We’re helping spread the message about how people should behave on the internet and hopefully changing people's behaviours by role modelling the right ones ourselves and promoting the right things to do online.

We hope this will help make a difference and make the internet a safer place to be - safer for our children and safer for everyone who does things online.

Cyber bullying can be devastating. The people doing the bullying may not realise the impact they are having when they can’t see their victims and this can mean the behaviour is less likely to be moderated.

Victims are often alone and less likely to seek help. We must all raise awareness of the issues and encourage more respect online.

In 2017 alone, the eSafety Commission resolved 186 serious cyberbullying complaints for under 18’s in Australia. But it’s an epidemic is not confined to our youth.

Adults are also prone to forgetting there’s a human on the receiving end of online interactions. In America, a survey revealed 47 per cent of adults have experienced online harassment or abuse and for 18 to 25-year-olds the figure rises to 65 per cent.

These are numbers we can no longer ignore and it is our duty to help our communities understand their role in creating a safer, more-respectful and more-secure digital world.

Each of us has a responsibility to conduct ourselves respectfully online and together we can make the internet a safer place.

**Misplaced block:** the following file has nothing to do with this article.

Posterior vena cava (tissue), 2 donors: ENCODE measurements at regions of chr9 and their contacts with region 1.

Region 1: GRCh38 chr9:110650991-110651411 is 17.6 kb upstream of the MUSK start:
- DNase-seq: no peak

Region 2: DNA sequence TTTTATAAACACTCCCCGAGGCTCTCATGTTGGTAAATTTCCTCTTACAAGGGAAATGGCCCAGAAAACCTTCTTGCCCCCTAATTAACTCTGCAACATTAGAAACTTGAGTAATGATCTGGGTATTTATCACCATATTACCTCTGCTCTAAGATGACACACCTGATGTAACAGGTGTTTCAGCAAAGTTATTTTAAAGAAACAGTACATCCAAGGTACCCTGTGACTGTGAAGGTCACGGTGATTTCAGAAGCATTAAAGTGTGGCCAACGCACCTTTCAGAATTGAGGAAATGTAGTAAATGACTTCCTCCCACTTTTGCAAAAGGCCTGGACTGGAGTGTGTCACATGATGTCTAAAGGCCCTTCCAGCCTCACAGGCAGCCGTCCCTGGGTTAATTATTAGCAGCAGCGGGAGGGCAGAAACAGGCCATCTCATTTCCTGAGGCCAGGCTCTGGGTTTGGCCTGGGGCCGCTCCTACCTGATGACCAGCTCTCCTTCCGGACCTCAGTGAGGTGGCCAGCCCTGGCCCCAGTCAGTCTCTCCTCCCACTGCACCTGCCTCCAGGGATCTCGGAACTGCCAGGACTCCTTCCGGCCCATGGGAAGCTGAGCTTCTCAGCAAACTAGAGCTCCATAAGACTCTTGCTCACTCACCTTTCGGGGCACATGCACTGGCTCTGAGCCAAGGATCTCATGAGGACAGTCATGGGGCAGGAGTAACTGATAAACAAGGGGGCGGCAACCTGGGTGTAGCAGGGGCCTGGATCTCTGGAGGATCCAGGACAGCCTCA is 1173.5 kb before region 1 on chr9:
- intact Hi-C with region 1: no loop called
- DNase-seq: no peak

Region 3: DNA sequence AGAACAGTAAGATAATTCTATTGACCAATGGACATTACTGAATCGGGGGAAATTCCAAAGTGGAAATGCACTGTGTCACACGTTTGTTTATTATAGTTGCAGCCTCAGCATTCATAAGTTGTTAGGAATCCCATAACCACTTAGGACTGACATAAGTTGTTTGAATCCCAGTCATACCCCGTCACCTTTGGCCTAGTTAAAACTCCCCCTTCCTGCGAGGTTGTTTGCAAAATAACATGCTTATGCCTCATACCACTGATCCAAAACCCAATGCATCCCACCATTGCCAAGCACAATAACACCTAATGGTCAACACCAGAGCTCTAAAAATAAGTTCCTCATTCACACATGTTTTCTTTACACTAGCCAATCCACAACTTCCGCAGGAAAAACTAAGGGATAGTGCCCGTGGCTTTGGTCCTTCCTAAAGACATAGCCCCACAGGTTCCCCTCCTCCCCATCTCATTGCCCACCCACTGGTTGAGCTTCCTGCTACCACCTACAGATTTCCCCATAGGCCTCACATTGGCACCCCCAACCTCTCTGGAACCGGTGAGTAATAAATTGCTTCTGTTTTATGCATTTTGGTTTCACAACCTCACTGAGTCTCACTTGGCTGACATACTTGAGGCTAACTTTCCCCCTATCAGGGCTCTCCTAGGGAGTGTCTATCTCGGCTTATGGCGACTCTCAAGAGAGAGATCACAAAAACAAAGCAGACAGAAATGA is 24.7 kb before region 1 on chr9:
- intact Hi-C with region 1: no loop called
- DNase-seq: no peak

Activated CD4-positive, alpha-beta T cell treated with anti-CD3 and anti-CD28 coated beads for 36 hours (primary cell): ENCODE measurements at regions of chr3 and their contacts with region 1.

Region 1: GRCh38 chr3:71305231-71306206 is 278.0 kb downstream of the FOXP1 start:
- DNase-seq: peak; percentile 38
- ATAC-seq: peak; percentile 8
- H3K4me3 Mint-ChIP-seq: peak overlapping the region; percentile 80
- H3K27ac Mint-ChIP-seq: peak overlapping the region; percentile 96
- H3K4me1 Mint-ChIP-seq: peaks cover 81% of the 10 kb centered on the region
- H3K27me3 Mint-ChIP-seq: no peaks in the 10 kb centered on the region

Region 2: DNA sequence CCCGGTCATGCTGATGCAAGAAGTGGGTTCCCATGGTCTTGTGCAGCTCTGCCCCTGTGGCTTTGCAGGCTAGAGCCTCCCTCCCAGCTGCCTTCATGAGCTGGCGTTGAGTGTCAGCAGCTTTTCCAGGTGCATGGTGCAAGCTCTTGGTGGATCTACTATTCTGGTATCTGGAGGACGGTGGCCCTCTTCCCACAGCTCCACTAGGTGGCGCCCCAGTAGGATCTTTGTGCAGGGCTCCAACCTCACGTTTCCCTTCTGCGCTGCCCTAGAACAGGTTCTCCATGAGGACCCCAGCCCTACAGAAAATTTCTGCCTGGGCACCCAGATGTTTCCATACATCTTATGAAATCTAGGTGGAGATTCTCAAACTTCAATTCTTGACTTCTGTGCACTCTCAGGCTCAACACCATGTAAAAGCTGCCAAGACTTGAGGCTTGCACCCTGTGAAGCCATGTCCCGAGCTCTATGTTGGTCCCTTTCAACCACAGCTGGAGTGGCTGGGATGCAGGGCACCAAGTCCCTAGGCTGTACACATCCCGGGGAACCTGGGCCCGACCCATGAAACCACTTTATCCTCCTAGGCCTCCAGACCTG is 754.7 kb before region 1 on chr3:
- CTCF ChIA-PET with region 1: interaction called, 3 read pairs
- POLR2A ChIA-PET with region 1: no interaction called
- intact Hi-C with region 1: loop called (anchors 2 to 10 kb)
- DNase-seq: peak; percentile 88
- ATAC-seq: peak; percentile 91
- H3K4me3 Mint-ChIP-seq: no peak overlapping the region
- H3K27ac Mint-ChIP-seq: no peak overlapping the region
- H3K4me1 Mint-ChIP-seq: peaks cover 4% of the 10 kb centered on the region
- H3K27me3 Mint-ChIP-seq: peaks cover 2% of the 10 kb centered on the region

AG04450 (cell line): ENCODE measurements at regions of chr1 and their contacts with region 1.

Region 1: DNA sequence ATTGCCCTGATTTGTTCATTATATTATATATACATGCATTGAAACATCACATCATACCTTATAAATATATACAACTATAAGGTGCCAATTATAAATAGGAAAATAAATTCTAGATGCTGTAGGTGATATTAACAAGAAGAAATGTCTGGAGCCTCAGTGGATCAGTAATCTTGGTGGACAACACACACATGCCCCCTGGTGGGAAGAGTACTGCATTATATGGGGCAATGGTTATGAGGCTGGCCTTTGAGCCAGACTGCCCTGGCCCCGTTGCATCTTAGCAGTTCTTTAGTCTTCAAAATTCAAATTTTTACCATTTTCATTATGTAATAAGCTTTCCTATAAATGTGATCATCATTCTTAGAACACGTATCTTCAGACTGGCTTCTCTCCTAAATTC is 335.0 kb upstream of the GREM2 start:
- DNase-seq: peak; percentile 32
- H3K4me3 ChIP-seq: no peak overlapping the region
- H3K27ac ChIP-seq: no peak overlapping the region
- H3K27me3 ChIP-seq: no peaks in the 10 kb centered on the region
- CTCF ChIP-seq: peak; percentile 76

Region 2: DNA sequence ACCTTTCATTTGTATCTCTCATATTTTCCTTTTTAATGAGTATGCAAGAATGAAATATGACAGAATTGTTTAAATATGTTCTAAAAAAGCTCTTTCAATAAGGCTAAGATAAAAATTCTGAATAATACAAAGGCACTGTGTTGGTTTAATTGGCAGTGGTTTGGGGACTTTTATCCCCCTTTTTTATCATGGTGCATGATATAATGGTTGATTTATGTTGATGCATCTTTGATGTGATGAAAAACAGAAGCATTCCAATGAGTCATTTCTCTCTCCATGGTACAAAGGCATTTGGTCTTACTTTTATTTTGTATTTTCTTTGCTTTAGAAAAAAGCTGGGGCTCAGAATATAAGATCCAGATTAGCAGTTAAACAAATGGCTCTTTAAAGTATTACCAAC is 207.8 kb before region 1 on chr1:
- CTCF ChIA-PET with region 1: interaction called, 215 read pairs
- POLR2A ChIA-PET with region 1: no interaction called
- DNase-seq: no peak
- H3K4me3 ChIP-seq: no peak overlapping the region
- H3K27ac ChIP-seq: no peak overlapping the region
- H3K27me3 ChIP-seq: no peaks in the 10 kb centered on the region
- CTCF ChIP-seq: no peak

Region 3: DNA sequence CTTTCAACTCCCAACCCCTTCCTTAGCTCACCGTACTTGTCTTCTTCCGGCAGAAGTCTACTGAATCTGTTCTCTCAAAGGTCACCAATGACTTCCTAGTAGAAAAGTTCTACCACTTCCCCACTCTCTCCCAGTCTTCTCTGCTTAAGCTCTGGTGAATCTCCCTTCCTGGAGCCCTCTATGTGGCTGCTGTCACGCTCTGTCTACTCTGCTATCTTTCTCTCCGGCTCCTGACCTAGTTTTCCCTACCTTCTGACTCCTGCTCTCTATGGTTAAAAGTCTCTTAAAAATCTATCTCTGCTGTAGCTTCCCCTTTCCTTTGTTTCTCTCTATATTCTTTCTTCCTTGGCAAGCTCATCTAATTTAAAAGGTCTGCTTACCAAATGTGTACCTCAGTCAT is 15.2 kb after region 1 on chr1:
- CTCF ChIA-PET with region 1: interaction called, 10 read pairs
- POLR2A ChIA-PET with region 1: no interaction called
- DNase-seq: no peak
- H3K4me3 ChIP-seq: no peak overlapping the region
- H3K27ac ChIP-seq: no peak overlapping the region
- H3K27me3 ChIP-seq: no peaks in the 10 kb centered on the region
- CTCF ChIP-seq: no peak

The cost of global cybercrime is expected to reach $US6 trillion a year by 2021 – representing the greatest transfer of economic wealth in history.

For business, the lesson is anyone who develops an application or a system needs to ensure they put in place safeguards to protect the people who use it - and provide those people with the option to decide what they want to share and how they want to do it.

That's a really important part of the roles of technology and software developers or security professionals. Good companies do that really well and put a lot of time and effort into protections.

Good products have security built into the design process– but it’s not something that is consistent across the board.

It helps if people are cautious and well-researched. When choosing services, software or applications, it’s important to make sure it comes from a reputable organisation that takes security seriously.

There is a lot we can all do to ensure we are more secure online and to make the internet a safer place for everyone who uses it.

Safer Internet Day is about making the internet a safer place for everyone - including by making sure we think about respect in our online activity in the same way we've always done in our offline activity. It is really important people across the community have trust in the internet and are safe when they do business or socialise online.

Lynwen Connick is Chief Information Security Officer, ANZ.

For more information about Safer Internet Day and the great work that the Office of the eSafety Commissioner.  ANZ also provides useful advice on steps to take to ensure you remain safe online.

The views and opinions expressed in this communication are those of the author and may not necessarily state or reflect those of ANZ.

editor's picks

05 Feb 2018

The new commandments for online

Erica Hardinge | Head of Security Enablement, ANZ

We’re learning more about the impact of the dark side of the net on our kids.

12 Oct 2016

Cybersecurity: don’t learn the hard way

Tamsyn Harris | Head of Fraud Risk Strategy, ANZ

Often we are told, to understand something we need to experience it for ourselves. This applies to most things in life, including business but I would argue it certainly does not apply to cybercrime and fraud. In these scenarios it is much better to learn from the experiences of others.